Friday, February 26, 2010

Mother Battling for Deaf Daughter's Safety

Mother Battling for Deaf Daughter's Safety

One look at Maggie Wittland and her little girl Hannah show the two play and laugh together like a lot of moms and daughters.

But mom says it hasn't always been easy. When she and her husband found out Hannah was partially deaf and suffering from significant hearing loss, Maggie says it came as a shock.

"I have to admit that when we found out, it was probably our darkest day," she says.

But since the realization, the couple says they've grown even closer to their youngest daughter. They say they've tried to make her life as normal as possible, while also realizing Hannah's limited hearing means they have to be extra cautious. It's one reason Maggie wants to see a Deaf Child sign placed on her Council Bluffs street.

"All I'm asking for is a sign to have drivers be aware that there is a child with limited hearing," she says.

But Council Bluffs hasn't traditionally allowed such signs.

"Historically, we have not done those," says Greg Reeder, the city's director of public works.

Reeder says the city usually follows the State of Iowa's Manual for Uniform Traffic Control Device guidelines. The manual does caution against overusing warning signs, saying they can do more harm than good as drivers become immune.

"We have sign overload. Folks tune then out over time," says Reeder.

He also says such signs can provide families with deaf children a false sense of security.

But Maggie says she realizes Hannah's safety is her responsibility. She claims to have gotten the run around from city officials when she recently approached them about putting up a sign, which says she'll pay for out of pocket.

"The thing that is so frustrating is I'm getting all of these reasons why. No one can say it's because of this," says Maggie.

She says some Iowa towns and certainly plenty in Nebraska do allow such signs.

"Des Moines does. Omaha does. All of the surrounding communities," says Maggie.

The MUTCD guidelines Council Bluffs follows does have a section outlining how some local governments have developed guidelines for erecting Deaf Children signs.

Maggie says she'll keep fighting.

"I can fight this fight all day long. I will fight this until I've exhausted every resource."

It looks like Maggie's plea for her daughter hasn't entirely fallen on deaf ears. Council Bluffs Public Works tells FOX 42 they've started discussions on how to best set up firm, city guidelines when it comes to such requests.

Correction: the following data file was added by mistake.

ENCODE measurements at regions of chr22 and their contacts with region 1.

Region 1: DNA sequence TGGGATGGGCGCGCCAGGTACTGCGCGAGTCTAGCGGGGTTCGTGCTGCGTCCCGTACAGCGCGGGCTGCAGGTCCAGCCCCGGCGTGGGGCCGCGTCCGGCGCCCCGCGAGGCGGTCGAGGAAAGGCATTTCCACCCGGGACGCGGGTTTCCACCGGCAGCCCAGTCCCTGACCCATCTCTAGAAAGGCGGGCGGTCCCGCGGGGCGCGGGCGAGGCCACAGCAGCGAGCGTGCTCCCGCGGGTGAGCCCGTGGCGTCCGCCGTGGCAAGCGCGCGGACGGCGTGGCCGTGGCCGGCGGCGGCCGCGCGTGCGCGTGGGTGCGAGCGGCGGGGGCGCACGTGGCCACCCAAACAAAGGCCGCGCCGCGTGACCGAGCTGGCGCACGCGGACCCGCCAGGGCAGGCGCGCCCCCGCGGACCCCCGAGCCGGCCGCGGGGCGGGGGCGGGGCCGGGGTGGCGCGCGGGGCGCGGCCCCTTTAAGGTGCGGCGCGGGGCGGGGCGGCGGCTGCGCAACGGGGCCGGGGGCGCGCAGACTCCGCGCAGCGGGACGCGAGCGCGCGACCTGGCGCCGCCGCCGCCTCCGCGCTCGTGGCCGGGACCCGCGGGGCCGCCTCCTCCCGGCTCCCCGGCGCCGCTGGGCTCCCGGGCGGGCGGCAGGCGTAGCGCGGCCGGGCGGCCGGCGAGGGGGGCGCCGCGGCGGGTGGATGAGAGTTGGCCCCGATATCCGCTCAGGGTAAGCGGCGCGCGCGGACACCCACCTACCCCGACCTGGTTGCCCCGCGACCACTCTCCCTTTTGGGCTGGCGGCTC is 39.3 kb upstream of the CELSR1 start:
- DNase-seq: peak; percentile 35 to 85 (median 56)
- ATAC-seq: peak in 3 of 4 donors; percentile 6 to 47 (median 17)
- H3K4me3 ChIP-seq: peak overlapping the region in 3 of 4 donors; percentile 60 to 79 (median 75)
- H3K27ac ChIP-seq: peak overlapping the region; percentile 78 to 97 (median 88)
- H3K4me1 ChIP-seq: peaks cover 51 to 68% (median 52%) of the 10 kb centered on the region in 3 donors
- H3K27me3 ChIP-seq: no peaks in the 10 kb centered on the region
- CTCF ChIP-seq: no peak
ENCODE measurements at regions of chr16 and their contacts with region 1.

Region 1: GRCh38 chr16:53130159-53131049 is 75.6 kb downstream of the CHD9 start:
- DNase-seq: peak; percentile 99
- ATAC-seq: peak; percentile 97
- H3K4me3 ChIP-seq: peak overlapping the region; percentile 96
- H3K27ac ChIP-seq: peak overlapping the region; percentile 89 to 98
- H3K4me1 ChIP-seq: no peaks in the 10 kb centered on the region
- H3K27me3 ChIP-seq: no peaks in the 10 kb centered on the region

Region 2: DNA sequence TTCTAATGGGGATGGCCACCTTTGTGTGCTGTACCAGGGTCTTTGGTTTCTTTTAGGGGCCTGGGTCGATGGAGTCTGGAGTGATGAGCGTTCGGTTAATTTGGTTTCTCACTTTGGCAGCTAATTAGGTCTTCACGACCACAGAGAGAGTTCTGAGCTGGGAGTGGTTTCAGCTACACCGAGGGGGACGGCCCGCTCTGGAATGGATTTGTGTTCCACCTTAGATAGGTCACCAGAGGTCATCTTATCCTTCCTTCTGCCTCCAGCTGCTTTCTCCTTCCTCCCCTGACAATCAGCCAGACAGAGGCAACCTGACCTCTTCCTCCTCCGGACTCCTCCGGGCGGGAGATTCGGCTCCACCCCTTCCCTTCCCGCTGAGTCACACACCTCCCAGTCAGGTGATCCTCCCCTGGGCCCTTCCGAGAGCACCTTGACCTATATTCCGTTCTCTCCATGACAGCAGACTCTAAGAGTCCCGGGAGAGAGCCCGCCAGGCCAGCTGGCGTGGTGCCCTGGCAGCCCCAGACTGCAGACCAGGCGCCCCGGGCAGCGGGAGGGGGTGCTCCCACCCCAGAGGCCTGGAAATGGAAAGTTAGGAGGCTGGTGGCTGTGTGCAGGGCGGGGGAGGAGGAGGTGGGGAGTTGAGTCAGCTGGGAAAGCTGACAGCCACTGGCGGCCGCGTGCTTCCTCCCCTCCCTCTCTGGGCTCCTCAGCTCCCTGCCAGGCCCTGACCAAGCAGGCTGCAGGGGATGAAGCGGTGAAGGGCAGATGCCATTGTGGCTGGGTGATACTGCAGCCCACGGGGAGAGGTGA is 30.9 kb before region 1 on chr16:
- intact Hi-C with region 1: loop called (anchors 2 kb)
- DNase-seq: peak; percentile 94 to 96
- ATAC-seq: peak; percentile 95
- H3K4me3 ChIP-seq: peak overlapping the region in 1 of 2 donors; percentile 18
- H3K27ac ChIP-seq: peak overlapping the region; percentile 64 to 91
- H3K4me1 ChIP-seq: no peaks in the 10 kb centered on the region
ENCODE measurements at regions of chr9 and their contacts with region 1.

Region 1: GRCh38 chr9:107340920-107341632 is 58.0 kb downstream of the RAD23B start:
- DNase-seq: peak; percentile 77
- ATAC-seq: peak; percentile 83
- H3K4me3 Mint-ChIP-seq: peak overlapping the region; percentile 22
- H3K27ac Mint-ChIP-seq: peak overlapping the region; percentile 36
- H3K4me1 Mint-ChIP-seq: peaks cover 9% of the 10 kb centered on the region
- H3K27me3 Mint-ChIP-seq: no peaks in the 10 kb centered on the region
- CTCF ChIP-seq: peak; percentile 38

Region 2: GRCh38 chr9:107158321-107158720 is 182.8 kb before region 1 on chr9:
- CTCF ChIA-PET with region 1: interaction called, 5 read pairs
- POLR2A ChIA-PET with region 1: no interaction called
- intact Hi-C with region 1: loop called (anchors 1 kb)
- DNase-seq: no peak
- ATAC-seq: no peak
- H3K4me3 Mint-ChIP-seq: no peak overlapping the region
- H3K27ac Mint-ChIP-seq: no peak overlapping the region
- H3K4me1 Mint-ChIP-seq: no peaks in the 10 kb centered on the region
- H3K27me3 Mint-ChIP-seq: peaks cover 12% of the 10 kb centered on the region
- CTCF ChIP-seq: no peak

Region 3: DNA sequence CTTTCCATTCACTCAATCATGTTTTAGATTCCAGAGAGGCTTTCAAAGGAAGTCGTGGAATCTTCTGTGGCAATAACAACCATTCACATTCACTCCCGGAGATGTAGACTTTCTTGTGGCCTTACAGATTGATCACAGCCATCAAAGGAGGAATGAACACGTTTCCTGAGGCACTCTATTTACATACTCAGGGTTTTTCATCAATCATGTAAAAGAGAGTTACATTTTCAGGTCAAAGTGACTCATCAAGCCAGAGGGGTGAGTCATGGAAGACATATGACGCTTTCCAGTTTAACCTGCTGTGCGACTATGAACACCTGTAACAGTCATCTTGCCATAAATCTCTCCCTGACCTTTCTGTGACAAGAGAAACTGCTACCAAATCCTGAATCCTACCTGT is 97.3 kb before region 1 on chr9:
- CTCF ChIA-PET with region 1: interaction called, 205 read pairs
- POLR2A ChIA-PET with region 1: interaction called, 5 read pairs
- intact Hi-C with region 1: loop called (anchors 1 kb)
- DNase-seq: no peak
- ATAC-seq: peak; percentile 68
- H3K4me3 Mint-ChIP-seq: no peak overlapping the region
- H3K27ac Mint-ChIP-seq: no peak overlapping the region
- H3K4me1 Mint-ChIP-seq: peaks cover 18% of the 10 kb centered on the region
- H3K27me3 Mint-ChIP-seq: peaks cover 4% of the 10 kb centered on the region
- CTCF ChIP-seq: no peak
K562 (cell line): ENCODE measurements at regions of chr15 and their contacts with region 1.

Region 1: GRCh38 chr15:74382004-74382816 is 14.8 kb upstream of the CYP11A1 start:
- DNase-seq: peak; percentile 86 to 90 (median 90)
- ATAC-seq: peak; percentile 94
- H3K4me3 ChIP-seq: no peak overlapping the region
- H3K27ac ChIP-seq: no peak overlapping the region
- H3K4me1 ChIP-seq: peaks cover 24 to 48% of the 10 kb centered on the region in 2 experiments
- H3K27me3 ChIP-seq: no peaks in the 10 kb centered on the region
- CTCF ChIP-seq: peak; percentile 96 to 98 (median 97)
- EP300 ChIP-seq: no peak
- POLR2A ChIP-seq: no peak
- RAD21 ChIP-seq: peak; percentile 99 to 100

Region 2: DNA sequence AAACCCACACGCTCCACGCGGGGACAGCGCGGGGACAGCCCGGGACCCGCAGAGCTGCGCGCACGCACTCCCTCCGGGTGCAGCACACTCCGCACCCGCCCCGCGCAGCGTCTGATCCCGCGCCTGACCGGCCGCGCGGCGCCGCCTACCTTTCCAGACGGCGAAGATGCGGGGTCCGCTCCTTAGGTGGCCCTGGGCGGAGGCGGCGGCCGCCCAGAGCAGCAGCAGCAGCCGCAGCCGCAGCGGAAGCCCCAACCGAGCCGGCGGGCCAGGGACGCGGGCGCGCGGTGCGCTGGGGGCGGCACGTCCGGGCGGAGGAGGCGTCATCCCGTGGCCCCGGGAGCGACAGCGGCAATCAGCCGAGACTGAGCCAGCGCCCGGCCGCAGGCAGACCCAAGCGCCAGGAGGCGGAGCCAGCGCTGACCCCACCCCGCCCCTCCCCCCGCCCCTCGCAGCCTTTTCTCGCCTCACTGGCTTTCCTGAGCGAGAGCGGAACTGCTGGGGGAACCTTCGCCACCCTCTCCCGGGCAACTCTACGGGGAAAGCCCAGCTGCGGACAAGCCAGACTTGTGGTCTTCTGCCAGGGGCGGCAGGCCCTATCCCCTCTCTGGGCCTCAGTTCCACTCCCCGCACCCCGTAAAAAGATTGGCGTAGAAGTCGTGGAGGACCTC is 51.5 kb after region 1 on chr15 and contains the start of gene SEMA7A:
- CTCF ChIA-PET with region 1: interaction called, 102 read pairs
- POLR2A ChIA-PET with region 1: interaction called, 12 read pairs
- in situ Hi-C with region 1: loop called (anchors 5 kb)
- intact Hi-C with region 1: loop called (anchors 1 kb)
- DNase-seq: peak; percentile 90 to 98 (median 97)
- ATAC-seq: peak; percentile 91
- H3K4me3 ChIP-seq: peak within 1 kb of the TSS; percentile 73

It could mean a sign for little Hannah isn't far away, which is just the sort of news her caring mother wants to hear.

"I wouldn't change her for the world," she says.

1 comment:

  1. Having a hearing loss is very difficult. Advocacy for one's hearing and safety is a lot of work. I grew up as a child with a profound hearing loss since age 3 and 4 perspectively in both ears until 2006, when, I became a candidate for a Cochlear Implant - those 40 years were very hard.

    In February 2007, I had my CI surgery. It was a gift to hear, where my world had once gone silent forty years earlier.

    One's role in advocacy goes a long way an order to be see the results to a maximum capacity.

    I spent my life growing up around police and firefighters in my community, with many of them watching me grow up over the years and become a highly regarded the committee's and boards I serve in my community today.

    Having a sign on one's street that a deaf child is in the neighborhood is a stark reminder that drivers of automobiles often forget that children are at play and some my have a difficult time hearing the sound of a truck, jeep or car or even a motorcycle with a an incredible db level of sound from its own engine, such as a chopper or Harley.

    I wish the mother luck in her advocacy for her daughter's sake. The only way things can change is if you make their cause be known and change can take place. If you can't make change, than advocacy has failed itself in the process of someone's public safety.

    Here in my hometown, we have cross-walks with voice activated push buttons that help with the blind hear the command of the timer to activate the crossing signal to safely cross the street once vehicle traffic is stopped.

    Gratitude is warranted where needed and many think, its not, but for others its is. This could be an idea that would fall under the ADA and is worth something to look into.

    Good luck, please let me know how it pans out in the future.